Annual poppies should be planted now, in February, for late spring and summer blooms. Poppies have vibrant, warm, crate-paper like blooms that are admired from far and wide. To guarantee success with growing poppies from seed you need to plant them in February.
There are three varieties that grow well, especially in the Midwest. The Corn Poppy (Papaver rhoeas), the Breadseed Poppy (Papaver somniferum), and California Poppy (Eschscholzia californica). Poppies will disappear when the weather turns warm and other plants that thrive in hot and dry weather appears.
Poppies do not like being transplanted so be sure to plant them where you sow the seeds. They are actually winter annuals that can germinate in the fall and survive the winter to bloom, set seed and die the following season. It is found that it is easiest to sow the seeds now in late winter. Sown on top of melting snow even seems to improve their chances of survival. The snow and freeze and thaw cycle gently plants the dark, round seeds and they germinate as conditions warm but before we often get too warm. Poppies like it cool and of course, tolerate frosts and freezes well.
The site that you plant them in must be at least half day sun, well-drained and most importantly be bare earth. They look great in an open area next to a canopy gazebo, or in bare places where you planted bulbs last fall is a great spot and the poppies will bloom after almost all your bulbs blooms have faded away.
Poppies won’t sow well into mulch or too much plant debris. Warm season summer annuals should be planted between them to fill in as the poppies naturally die off in summer. With soil disturbance, they sometimes can self sow, germinating in winter and reblooming the following spring.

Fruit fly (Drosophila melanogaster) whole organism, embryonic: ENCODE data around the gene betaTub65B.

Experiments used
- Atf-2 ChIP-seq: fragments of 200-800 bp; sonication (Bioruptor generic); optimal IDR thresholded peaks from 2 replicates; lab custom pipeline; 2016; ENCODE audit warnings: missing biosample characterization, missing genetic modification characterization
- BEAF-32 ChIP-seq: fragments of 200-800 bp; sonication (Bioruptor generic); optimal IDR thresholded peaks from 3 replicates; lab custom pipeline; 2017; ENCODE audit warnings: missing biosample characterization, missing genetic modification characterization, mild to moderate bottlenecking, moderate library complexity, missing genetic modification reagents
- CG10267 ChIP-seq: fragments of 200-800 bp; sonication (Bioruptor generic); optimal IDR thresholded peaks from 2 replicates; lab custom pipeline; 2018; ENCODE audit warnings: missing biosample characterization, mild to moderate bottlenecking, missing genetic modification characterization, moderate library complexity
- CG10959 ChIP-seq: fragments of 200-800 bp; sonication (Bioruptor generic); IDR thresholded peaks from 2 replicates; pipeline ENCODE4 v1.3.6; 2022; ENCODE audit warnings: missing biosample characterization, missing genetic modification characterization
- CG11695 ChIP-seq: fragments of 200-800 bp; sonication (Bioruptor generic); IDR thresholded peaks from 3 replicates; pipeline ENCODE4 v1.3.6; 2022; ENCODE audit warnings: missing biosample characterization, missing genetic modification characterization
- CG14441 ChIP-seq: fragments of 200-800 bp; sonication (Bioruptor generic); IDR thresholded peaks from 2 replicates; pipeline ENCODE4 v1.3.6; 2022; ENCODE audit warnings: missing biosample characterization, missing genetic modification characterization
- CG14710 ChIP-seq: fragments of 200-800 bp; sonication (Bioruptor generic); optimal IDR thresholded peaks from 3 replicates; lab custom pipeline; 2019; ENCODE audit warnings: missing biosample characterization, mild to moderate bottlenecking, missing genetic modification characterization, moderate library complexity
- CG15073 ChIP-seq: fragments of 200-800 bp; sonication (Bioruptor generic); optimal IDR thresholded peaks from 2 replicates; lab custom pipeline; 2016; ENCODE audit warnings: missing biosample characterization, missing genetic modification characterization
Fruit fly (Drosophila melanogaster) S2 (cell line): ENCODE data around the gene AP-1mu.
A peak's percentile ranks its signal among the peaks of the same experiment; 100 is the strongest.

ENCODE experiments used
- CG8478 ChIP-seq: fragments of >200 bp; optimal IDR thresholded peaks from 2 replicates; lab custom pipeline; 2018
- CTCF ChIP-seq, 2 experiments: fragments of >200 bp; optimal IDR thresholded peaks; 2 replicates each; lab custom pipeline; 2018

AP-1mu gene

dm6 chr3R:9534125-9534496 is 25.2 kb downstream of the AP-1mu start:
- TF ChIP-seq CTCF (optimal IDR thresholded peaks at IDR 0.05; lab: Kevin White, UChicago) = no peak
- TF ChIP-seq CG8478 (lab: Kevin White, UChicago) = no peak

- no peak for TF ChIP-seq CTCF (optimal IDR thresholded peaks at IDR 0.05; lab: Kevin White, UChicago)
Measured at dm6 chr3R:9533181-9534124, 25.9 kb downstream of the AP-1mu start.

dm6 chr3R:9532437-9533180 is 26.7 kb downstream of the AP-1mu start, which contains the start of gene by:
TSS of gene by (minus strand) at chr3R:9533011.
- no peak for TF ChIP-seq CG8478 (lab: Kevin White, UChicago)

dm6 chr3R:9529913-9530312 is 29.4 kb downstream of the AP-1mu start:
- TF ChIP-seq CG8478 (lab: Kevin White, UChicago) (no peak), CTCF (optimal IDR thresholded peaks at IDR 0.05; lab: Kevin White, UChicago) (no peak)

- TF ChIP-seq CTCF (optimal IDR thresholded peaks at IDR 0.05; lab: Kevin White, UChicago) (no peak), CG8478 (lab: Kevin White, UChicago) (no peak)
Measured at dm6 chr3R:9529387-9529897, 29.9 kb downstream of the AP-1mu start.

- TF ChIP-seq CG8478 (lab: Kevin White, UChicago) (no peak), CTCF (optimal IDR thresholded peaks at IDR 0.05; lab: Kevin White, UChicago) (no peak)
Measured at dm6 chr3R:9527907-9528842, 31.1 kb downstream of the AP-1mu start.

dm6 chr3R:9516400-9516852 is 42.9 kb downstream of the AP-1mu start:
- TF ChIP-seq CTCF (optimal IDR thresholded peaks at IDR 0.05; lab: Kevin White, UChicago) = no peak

Corn poppies have been agricultural weeds since our species began cultivating the earth. They thrive on soil disturbances such as tilling up the soil. Poppies have been remembrances of wartime. The poppies would grow freely in soils of war torn areas. In Midwest gardens poppies do not become weeds, but form accents for Cottage gardens.
Companion Plants for Poppies
Regal lilies (Lilium regale) make nice comapnions with white, fragrant flowers that bloom at the same time. Verbena bonariensis is another good companion that carries on with color after the poppies have gone. The selection ‘Legion of Honor’ is the classic red but other strains include “Shirley” poppies in pastels and the pure white selection “Bridal Silk”.
Breadseed Poppies are much stouter plants and their petals can be in many colors from plum purple to pinks, reds and white. When the flowers drop their petals the seedheads are very ornamental, maybe even more so than the flowers. The dried pods can be cut and used for dried flower arrangements.
California Poppies are the state flower of California. Their flowers are more elegantly bell-shaped and are a golden-orange on the wild form. How they bloom is fun too: the pointed green “cap” of their bud comes off as the petals emerge.
They have beautiful threaded leaves of bluish green. Other varieties such as ‘Buttercream’ and ‘Milkmaid’ are creamy white colored and ‘Dusky Rose’ or ‘Rose Chiffon’ are rosy pinks.
Try planting some poppies this February and enjoy the rewards of not only getting outdoors and starting your gardening early, but of lovely blooms in late spring to the Summer Solstice.